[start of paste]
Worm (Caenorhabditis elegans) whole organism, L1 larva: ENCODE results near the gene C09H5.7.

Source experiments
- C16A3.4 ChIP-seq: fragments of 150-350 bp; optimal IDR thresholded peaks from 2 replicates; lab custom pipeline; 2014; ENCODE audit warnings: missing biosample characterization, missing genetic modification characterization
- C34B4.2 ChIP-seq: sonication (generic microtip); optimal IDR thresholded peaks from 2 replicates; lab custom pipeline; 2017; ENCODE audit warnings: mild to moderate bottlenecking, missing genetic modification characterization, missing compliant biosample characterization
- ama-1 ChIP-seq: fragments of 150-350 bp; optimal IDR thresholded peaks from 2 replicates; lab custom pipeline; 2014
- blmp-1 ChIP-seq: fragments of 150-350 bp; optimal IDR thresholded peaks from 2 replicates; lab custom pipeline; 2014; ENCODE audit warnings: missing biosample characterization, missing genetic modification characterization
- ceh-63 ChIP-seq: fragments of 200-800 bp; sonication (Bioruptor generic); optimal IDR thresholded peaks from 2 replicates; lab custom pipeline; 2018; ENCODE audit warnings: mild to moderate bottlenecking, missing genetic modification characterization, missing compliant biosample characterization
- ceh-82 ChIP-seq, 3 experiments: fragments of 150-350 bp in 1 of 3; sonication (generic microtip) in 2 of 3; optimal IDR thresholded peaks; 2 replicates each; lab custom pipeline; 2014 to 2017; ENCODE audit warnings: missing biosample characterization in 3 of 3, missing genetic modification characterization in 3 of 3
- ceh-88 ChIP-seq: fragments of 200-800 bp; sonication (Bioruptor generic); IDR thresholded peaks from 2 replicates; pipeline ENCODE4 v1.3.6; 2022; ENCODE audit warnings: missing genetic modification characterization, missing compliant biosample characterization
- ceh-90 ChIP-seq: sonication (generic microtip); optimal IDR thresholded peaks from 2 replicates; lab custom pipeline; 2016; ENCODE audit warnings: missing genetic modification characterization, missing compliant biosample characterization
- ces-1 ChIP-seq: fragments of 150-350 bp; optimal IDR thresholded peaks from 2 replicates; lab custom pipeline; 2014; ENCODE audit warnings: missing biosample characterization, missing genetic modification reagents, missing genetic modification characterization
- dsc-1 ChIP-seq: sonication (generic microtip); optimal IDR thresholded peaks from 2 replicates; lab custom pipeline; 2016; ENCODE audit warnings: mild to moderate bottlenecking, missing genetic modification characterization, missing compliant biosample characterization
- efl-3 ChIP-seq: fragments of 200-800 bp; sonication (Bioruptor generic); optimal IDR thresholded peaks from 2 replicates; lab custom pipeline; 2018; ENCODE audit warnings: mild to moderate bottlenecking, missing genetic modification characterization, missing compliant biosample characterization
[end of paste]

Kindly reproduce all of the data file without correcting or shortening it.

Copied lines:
Worm (Caenorhabditis elegans) whole organism, L1 larva: ENCODE results near the gene C09H5.7.

Source experiments
- C16A3.4 ChIP-seq: fragments of 150-350 bp; optimal IDR thresholded peaks from 2 replicates; lab custom pipeline; 2014; ENCODE audit warnings: missing biosample characterization, missing genetic modification characterization
- C34B4.2 ChIP-seq: sonication (generic microtip); optimal IDR thresholded peaks from 2 replicates; lab custom pipeline; 2017; ENCODE audit warnings: mild to moderate bottlenecking, missing genetic modification characterization, missing compliant biosample characterization
- ama-1 ChIP-seq: fragments of 150-350 bp; optimal IDR thresholded peaks from 2 replicates; lab custom pipeline; 2014
- blmp-1 ChIP-seq: fragments of 150-350 bp; optimal IDR thresholded peaks from 2 replicates; lab custom pipeline; 2014; ENCODE audit warnings: missing biosample characterization, missing genetic modification characterization
- ceh-63 ChIP-seq: fragments of 200-800 bp; sonication (Bioruptor generic); optimal IDR thresholded peaks from 2 replicates; lab custom pipeline; 2018; ENCODE audit warnings: mild to moderate bottlenecking, missing genetic modification characterization, missing compliant biosample characterization
- ceh-82 ChIP-seq, 3 experiments: fragments of 150-350 bp in 1 of 3; sonication (generic microtip) in 2 of 3; optimal IDR thresholded peaks; 2 replicates each; lab custom pipeline; 2014 to 2017; ENCODE audit warnings: missing biosample characterization in 3 of 3, missing genetic modification characterization in 3 of 3
- ceh-88 ChIP-seq: fragments of 200-800 bp; sonication (Bioruptor generic); IDR thresholded peaks from 2 replicates; pipeline ENCODE4 v1.3.6; 2022; ENCODE audit warnings: missing genetic modification characterization, missing compliant biosample characterization
- ceh-90 ChIP-seq: sonication (generic microtip); optimal IDR thresholded peaks from 2 replicates; lab custom pipeline; 2016; ENCODE audit warnings: missing genetic modification characterization, missing compliant biosample characterization
- ces-1 ChIP-seq: fragments of 150-350 bp; optimal IDR thresholded peaks from 2 replicates; lab custom pipeline; 2014; ENCODE audit warnings: missing biosample characterization, missing genetic modification reagents, missing genetic modification characterization
- dsc-1 ChIP-seq: sonication (generic microtip); optimal IDR thresholded peaks from 2 replicates; lab custom pipeline; 2016; ENCODE audit warnings: mild to moderate bottlenecking, missing genetic modification characterization, missing compliant biosample characterization
- efl-3 ChIP-seq: fragments of 200-800 bp; sonication (Bioruptor generic); optimal IDR thresholded peaks from 2 replicates; lab custom pipeline; 2018; ENCODE audit warnings: mild to moderate bottlenecking, missing genetic modification characterization, missing compliant biosample characterization